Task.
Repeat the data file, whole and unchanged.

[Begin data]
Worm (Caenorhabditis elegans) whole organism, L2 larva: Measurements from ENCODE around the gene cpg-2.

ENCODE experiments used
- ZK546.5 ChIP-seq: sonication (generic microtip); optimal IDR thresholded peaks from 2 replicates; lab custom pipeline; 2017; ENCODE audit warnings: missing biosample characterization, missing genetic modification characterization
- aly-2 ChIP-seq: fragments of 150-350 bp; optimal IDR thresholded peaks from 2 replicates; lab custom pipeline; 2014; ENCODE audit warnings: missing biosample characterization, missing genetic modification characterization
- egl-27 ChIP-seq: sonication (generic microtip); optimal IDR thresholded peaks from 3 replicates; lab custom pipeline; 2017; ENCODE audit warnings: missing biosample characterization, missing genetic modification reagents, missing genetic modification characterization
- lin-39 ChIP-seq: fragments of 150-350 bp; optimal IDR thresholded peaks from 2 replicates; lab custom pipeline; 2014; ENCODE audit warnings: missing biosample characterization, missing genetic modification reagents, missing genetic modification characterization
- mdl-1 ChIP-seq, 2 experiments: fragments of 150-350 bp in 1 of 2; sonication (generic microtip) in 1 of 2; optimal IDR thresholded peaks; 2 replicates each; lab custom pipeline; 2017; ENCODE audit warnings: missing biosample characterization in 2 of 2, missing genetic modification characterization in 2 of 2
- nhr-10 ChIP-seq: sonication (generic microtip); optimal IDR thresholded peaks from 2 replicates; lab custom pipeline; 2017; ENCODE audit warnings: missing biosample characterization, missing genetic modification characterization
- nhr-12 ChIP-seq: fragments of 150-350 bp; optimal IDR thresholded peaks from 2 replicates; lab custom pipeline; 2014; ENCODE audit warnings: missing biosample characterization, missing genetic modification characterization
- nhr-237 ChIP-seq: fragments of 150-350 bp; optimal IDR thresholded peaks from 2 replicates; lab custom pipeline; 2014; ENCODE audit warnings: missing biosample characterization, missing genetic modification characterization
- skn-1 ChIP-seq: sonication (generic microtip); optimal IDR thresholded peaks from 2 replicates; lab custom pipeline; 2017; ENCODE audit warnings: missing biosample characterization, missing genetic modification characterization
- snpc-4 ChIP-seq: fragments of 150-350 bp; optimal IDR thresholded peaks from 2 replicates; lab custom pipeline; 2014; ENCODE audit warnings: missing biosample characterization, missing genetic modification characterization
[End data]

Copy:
Worm (Caenorhabditis elegans) whole organism, L2 larva: Measurements from ENCODE around the gene cpg-2.

ENCODE experiments used
- ZK546.5 ChIP-seq: sonication (generic microtip); optimal IDR thresholded peaks from 2 replicates; lab custom pipeline; 2017; ENCODE audit warnings: missing biosample characterization, missing genetic modification characterization
- aly-2 ChIP-seq: fragments of 150-350 bp; optimal IDR thresholded peaks from 2 replicates; lab custom pipeline; 2014; ENCODE audit warnings: missing biosample characterization, missing genetic modification characterization
- egl-27 ChIP-seq: sonication (generic microtip); optimal IDR thresholded peaks from 3 replicates; lab custom pipeline; 2017; ENCODE audit warnings: missing biosample characterization, missing genetic modification reagents, missing genetic modification characterization
- lin-39 ChIP-seq: fragments of 150-350 bp; optimal IDR thresholded peaks from 2 replicates; lab custom pipeline; 2014; ENCODE audit warnings: missing biosample characterization, missing genetic modification reagents, missing genetic modification characterization
- mdl-1 ChIP-seq, 2 experiments: fragments of 150-350 bp in 1 of 2; sonication (generic microtip) in 1 of 2; optimal IDR thresholded peaks; 2 replicates each; lab custom pipeline; 2017; ENCODE audit warnings: missing biosample characterization in 2 of 2, missing genetic modification characterization in 2 of 2
- nhr-10 ChIP-seq: sonication (generic microtip); optimal IDR thresholded peaks from 2 replicates; lab custom pipeline; 2017; ENCODE audit warnings: missing biosample characterization, missing genetic modification characterization
- nhr-12 ChIP-seq: fragments of 150-350 bp; optimal IDR thresholded peaks from 2 replicates; lab custom pipeline; 2014; ENCODE audit warnings: missing biosample characterization, missing genetic modification characterization
- nhr-237 ChIP-seq: fragments of 150-350 bp; optimal IDR thresholded peaks from 2 replicates; lab custom pipeline; 2014; ENCODE audit warnings: missing biosample characterization, missing genetic modification characterization
- skn-1 ChIP-seq: sonication (generic microtip); optimal IDR thresholded peaks from 2 replicates; lab custom pipeline; 2017; ENCODE audit warnings: missing biosample characterization, missing genetic modification characterization
- snpc-4 ChIP-seq: fragments of 150-350 bp; optimal IDR thresholded peaks from 2 replicates; lab custom pipeline; 2014; ENCODE audit warnings: missing biosample characterization, missing genetic modification characterization